Professor Josh Emery has helped detect water on Psyche, the largest metallic asteroid in the solar system. The asteroid is the target of a proposed NASA mission. The study, published in the Astronomical Journal under the auspices of the US Geological Survey and NASA, provides evidence for water-rich minerals on Psyche, an asteroid that is 186 miles across and is made of almost pure nickel-iron metal.
Department of Earth and Planetary Sciences News
Bob Hatcher, professor of geology, spoke with WBIR-TV Channel 10 about the potential causes of a giant sinkhole on Alcoa Highway that snarled traffic for hours and created headaches for thousands of drivers.
NewsTalk 98.7 interviewed Joshua Emery about his work with a NASA mission that recently launched to bring an asteroid sample back to Earth. Emery is leading a team that will help analyze the space rock.
The Christian Science Monitor recently interviewed UT’s Joshua Emery for a story examining why dwarf planet Pluto is so icy.
Professor Terry Hazen will present “Methane: The New Paradigm” at Friday’s Science Forum. His talk will be held from noon to 1:00 p.m. in the Thompson-Boling Arena Café, Rooms C-D. His forty-minute presentation will be followed by a question-and-answer discussion. The Science Forum is free and open to the public. Attendees may bring their own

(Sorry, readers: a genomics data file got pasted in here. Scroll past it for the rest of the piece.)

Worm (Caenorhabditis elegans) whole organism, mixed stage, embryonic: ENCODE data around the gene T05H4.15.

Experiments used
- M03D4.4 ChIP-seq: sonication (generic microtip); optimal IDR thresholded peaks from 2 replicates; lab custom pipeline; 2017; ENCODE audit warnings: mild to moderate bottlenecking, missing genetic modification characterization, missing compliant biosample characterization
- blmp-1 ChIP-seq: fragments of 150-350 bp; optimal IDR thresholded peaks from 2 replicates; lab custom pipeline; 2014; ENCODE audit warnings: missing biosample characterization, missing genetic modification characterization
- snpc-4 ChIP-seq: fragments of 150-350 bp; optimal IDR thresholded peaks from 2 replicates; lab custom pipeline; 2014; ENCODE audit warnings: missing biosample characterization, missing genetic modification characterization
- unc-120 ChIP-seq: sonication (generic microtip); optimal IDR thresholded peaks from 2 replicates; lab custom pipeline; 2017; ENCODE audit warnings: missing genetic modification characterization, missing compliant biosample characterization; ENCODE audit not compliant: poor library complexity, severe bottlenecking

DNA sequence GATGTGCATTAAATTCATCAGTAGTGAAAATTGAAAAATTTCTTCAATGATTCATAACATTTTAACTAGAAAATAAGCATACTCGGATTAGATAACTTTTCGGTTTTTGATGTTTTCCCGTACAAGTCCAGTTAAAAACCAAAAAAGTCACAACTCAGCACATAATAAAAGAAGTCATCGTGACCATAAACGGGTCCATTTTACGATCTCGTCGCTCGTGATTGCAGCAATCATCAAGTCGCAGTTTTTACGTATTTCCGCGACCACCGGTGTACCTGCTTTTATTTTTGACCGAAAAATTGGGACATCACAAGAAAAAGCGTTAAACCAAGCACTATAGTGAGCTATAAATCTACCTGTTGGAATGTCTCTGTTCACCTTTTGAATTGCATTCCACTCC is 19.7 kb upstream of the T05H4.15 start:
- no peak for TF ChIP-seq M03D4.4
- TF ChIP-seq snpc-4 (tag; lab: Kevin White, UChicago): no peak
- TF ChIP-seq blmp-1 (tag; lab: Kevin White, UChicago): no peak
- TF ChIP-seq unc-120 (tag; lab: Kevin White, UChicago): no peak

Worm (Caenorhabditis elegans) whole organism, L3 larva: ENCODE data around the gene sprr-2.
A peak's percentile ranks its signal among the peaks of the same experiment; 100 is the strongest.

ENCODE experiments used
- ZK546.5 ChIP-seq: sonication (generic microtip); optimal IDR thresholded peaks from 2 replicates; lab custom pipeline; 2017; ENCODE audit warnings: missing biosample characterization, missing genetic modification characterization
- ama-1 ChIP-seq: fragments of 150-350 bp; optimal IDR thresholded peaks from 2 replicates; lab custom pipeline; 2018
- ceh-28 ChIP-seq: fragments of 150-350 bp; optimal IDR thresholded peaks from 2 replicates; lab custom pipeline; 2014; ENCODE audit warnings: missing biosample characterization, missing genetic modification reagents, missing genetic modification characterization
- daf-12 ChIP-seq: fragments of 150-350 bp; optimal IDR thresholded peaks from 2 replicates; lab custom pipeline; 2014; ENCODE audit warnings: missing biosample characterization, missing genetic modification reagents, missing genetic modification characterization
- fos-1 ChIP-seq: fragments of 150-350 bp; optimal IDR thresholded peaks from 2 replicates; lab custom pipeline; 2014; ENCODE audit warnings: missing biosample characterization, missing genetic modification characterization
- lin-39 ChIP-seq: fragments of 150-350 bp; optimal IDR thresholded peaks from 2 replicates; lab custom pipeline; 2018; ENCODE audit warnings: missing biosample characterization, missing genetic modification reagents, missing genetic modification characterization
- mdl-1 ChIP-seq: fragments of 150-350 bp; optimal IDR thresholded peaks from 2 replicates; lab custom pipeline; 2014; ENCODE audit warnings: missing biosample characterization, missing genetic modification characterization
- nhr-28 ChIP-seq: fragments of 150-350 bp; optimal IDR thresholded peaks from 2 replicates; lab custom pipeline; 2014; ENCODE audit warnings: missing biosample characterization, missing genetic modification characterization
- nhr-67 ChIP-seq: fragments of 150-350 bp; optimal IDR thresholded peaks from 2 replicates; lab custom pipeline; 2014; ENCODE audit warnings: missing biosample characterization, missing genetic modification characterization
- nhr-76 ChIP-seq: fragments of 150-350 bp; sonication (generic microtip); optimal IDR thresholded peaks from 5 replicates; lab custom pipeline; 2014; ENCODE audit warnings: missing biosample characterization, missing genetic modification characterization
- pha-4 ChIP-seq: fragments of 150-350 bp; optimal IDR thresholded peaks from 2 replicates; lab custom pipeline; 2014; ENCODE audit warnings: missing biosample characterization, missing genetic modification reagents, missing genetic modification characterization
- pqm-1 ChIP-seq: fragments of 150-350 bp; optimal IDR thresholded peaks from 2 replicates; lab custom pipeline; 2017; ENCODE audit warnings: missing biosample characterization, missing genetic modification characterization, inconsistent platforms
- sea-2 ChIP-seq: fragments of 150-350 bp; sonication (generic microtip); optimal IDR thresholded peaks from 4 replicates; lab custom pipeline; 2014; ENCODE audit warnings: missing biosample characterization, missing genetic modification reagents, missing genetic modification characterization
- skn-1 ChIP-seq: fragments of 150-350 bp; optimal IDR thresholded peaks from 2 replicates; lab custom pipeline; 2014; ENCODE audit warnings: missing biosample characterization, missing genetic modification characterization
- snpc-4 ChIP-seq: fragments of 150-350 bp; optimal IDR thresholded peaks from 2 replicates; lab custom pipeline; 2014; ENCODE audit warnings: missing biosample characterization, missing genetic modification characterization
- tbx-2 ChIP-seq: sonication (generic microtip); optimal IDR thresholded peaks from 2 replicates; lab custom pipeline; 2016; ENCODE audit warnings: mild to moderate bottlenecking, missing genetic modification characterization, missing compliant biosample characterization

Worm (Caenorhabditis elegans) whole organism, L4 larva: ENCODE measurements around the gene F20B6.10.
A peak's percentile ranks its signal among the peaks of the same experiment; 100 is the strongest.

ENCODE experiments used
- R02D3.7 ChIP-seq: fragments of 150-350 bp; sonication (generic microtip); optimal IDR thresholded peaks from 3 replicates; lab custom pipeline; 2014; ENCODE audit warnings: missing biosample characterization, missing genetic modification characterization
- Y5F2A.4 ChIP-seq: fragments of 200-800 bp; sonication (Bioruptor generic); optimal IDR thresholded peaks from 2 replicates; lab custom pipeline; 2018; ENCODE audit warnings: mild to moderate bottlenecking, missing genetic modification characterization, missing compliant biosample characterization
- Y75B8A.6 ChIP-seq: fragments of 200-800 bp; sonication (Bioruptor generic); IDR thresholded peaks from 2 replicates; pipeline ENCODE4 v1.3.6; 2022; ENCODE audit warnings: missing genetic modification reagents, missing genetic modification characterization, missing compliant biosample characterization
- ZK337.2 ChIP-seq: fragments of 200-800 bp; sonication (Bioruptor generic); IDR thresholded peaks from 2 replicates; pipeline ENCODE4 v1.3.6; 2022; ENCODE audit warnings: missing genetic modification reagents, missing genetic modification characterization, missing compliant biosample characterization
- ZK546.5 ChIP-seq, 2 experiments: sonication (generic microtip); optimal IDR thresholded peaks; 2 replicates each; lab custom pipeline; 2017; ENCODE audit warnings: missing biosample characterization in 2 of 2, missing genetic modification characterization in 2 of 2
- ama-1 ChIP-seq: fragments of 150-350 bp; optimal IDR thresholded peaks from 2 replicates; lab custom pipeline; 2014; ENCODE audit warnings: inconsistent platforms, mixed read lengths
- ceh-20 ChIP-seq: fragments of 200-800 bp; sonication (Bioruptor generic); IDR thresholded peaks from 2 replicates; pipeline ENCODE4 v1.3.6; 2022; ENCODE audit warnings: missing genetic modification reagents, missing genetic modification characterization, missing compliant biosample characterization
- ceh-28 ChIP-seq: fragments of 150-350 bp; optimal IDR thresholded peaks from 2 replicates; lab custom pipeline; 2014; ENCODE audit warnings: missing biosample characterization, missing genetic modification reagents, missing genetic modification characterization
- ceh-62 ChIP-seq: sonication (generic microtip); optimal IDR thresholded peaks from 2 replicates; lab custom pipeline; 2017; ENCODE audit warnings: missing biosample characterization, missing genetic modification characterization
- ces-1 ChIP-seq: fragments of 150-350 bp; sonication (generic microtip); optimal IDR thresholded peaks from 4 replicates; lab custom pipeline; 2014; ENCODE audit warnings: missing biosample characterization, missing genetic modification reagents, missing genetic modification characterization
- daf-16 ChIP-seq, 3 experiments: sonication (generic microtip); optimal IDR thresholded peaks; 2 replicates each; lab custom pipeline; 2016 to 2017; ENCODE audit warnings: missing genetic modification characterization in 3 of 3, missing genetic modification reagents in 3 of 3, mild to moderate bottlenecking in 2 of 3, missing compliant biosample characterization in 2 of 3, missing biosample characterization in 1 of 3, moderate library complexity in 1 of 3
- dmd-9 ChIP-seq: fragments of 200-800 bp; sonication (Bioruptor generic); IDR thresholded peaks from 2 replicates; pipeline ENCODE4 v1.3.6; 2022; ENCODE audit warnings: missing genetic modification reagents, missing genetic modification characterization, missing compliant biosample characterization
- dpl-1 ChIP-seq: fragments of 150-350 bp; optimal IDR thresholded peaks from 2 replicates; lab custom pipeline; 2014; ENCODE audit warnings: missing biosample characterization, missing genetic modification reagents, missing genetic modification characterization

Science Magazine featured an upcoming NASA mission that launches this week to bring an asteroid sample back to Earth that could help scientists better understand the early solar system. The article mentions the role of Harry “Hap” McSween, professor emeritus of planetary geoscience, in this mission.
A recent Travel & Leisure article mentioned UT Earth and Planetary Sciences Adjunct Research Professor Robert Riding’s stance on the uncovering of new fossils. Riding also was featured in a recent interview with The Guardian.
The work of Joshua Emery, Lawrence A. Taylor Associate Professor of Planetary Science, will be instrumental in a new NASA mission to bring an asteroid sample back to Earth that could help scientists better understand the early solar system.
Stephanie Drumheller-Horton, an assistant adjunct professor in the Department of Earth and Planetary Sciences, is a member of a team of paleontologists working to uncover a treasure trove of fossils from the Age of Dinosaurs in a seemingly unlikely place: the heart of the Dallas-Fort Worth metroplex.
UT seeks to address a potential shortfall in the geoscience industry by expanding and diversifying the geoscience workforce through a new project that will attract and recruit community college students to four-year programs at UT.